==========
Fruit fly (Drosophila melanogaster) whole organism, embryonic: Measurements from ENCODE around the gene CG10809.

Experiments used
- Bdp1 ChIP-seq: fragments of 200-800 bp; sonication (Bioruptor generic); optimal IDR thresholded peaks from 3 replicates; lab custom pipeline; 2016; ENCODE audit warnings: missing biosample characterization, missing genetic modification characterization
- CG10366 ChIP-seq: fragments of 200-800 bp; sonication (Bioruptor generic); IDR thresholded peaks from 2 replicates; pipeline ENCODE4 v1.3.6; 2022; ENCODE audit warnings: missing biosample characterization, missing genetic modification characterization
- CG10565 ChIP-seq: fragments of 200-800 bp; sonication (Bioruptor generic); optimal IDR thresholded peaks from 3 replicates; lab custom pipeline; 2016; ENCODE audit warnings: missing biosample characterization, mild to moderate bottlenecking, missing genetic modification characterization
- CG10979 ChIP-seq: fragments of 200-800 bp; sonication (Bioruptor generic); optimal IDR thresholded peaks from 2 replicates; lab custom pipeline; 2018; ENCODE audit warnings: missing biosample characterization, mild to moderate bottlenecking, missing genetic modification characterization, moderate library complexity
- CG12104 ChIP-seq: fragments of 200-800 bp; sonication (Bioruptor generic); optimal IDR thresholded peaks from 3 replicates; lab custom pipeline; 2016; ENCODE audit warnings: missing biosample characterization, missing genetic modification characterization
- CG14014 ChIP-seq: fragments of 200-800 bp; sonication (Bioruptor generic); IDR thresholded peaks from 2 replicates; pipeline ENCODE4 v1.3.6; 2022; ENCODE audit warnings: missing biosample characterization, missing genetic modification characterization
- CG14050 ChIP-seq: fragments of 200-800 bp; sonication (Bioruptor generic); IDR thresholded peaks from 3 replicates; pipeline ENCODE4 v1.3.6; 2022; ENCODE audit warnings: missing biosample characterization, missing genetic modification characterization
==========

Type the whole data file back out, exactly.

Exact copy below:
Fruit fly (Drosophila melanogaster) whole organism, embryonic: Measurements from ENCODE around the gene CG10809.

Experiments used
- Bdp1 ChIP-seq: fragments of 200-800 bp; sonication (Bioruptor generic); optimal IDR thresholded peaks from 3 replicates; lab custom pipeline; 2016; ENCODE audit warnings: missing biosample characterization, missing genetic modification characterization
- CG10366 ChIP-seq: fragments of 200-800 bp; sonication (Bioruptor generic); IDR thresholded peaks from 2 replicates; pipeline ENCODE4 v1.3.6; 2022; ENCODE audit warnings: missing biosample characterization, missing genetic modification characterization
- CG10565 ChIP-seq: fragments of 200-800 bp; sonication (Bioruptor generic); optimal IDR thresholded peaks from 3 replicates; lab custom pipeline; 2016; ENCODE audit warnings: missing biosample characterization, mild to moderate bottlenecking, missing genetic modification characterization
- CG10979 ChIP-seq: fragments of 200-800 bp; sonication (Bioruptor generic); optimal IDR thresholded peaks from 2 replicates; lab custom pipeline; 2018; ENCODE audit warnings: missing biosample characterization, mild to moderate bottlenecking, missing genetic modification characterization, moderate library complexity
- CG12104 ChIP-seq: fragments of 200-800 bp; sonication (Bioruptor generic); optimal IDR thresholded peaks from 3 replicates; lab custom pipeline; 2016; ENCODE audit warnings: missing biosample characterization, missing genetic modification characterization
- CG14014 ChIP-seq: fragments of 200-800 bp; sonication (Bioruptor generic); IDR thresholded peaks from 2 replicates; pipeline ENCODE4 v1.3.6; 2022; ENCODE audit warnings: missing biosample characterization, missing genetic modification characterization
- CG14050 ChIP-seq: fragments of 200-800 bp; sonication (Bioruptor generic); IDR thresholded peaks from 3 replicates; pipeline ENCODE4 v1.3.6; 2022; ENCODE audit warnings: missing biosample characterization, missing genetic modification characterization